With months left before the Trump administration puts out its first Nuclear Posture Review in early 2018, the nonpartisan U.S. Congressional Budget Office (CBO) has released a new report [PDF] on the costs of operating, sustaining, and modernizing U.S. nuclear forces over the next 30 years.
The topline takeaways are familiar: over 30 years, modernization of the air-, sea-, and land-based legs of the nuclear triad, in addition to associated improvements, maintenance, and operation costs, would bring total costs of U.S. nuclear forces to around $1.2 trillion. On a per-year basis, that’s about $41.4 billion.
Those numbers are large, but they’re not new — even independent assessments had pegged the 30-year price tag for U.S. nuclear forces in that range. The CBO had projected a 10-year cost estimate of $400 billion between 2017 and 2026 earlier this year. With all three legs of the U.S. nuclear triad nearly simultaneously looking at replacements for current-generation systems, expected modernization costs have ballooned.
Most interestingly, this newest CBO report outlines nine different force structure scenarios, including one scenario that would delay modernization while maintaining the nuclear force structure, five scenarios that would reduce delivery systems and keep warheads at their New START-proscribed limits of 1,550, and three scenarios that would shape the force around 1,000 warheads — well below the New START limit. The CBO report also presents cost estimates for different dyad configurations (i.e., a U.S. nuclear force that would retain just two among the air-, sea-, and ground-based legs).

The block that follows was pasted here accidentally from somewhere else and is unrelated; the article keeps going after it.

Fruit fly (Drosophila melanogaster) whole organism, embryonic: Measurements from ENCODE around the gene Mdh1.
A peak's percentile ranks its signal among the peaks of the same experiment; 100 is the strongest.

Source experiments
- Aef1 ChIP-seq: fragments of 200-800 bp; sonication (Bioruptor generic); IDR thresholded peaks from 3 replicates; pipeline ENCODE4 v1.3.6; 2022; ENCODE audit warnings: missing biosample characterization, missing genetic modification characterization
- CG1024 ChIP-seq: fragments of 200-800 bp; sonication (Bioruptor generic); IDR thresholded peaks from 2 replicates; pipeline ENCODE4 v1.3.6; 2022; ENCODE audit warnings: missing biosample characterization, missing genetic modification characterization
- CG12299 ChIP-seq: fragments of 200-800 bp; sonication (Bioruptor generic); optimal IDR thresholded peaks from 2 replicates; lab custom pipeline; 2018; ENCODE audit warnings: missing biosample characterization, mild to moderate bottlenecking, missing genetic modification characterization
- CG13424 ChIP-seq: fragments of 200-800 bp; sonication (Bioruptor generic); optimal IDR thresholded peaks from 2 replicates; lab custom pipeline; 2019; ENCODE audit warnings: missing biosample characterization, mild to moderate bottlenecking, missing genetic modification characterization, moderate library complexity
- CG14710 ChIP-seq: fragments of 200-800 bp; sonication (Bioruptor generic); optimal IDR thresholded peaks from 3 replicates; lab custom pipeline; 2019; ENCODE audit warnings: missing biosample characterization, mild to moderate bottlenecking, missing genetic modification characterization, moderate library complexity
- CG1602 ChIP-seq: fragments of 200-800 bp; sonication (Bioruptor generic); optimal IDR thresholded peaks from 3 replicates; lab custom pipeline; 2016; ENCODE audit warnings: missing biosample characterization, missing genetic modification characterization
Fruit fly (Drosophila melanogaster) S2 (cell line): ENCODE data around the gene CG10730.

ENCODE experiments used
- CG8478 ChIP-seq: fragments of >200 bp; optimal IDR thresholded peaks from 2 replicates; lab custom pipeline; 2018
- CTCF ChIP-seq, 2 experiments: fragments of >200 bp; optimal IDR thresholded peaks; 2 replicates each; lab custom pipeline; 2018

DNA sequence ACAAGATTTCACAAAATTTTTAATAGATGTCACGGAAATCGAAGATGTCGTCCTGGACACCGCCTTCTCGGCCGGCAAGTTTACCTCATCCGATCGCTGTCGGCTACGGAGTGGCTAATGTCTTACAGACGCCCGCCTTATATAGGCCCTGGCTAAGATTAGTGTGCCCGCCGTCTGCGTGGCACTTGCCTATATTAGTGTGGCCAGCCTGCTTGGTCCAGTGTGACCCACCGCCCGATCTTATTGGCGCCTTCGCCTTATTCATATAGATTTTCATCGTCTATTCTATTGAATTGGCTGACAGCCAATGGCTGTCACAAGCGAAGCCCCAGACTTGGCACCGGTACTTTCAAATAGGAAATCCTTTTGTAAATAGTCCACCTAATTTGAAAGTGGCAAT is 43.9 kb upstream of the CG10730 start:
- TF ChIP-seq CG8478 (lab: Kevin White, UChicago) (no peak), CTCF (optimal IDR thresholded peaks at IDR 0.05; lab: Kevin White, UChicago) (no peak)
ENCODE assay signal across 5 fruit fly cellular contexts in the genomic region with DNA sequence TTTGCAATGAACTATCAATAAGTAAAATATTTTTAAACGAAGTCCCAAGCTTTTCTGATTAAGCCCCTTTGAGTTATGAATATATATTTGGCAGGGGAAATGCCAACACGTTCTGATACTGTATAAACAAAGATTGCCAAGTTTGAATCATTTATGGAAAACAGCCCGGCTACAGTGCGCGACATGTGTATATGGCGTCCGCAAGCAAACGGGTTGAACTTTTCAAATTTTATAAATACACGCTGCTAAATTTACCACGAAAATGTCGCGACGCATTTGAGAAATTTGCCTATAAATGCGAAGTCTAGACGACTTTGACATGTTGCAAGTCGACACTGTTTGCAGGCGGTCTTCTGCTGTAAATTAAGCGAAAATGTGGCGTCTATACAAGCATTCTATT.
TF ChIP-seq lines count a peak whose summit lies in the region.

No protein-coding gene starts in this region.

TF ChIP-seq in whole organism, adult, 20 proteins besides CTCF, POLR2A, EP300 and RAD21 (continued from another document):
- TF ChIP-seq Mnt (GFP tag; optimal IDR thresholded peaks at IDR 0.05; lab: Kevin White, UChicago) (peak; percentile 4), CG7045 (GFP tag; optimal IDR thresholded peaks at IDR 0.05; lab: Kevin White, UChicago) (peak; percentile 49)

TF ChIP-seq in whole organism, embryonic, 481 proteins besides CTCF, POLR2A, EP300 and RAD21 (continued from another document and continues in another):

The Trump Nuclear Posture Review is widely expected to keep most of the Obama administration’s modernization plans on track and potentially add a few of its own. According to a recent report in the Guardian looking at possible new additions in the Trump NPR, the administration may call for a return of the nuclear Tomahawk land-attack cruise missile (TLAM-N), which was retired in 2013. The administration may also call for a new low-yield warhead for ballistic missile use. (The United States already has warheads and gravity bombs with yields as low as 5 kilotons and 0.3 kilotons respectively.)
Inherent in the CBO’s latest report is the idea of opportunity costs. While U.S. nuclear forces account for less than 10 percent annually of total defense spending, moving ahead with a total modernization of all legs of the triad will carry costs elsewhere. Meanwhile, even within nuclear forces, the dyad and modified triad force structure options presented showcase opportunities for significant cost-saving measures. For instance, eliminating the successor ICBM to the Minuteman III, the Ground-Based Strategic Deterrent (GBSD) project, would save more than $100 billion.